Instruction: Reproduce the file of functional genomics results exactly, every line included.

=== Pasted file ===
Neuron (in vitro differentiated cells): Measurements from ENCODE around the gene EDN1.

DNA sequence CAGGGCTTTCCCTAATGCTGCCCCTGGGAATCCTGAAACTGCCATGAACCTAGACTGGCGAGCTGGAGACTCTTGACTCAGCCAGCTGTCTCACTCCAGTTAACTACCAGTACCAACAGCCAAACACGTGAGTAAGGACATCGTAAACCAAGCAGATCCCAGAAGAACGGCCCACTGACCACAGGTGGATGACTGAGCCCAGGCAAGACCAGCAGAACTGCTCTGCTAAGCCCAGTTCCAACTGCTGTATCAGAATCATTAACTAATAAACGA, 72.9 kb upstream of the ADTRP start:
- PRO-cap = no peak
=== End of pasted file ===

Neuron (in vitro differentiated cells): Measurements from ENCODE around the gene EDN1.

DNA sequence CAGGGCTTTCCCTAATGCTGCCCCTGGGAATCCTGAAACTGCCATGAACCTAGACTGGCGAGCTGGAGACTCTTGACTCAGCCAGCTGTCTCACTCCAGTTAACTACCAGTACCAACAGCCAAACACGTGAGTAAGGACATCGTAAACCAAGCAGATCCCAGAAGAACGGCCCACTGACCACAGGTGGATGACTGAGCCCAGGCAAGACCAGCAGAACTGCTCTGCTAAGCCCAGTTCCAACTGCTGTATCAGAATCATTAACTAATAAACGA, 72.9 kb upstream of the ADTRP start:
- PRO-cap = no peak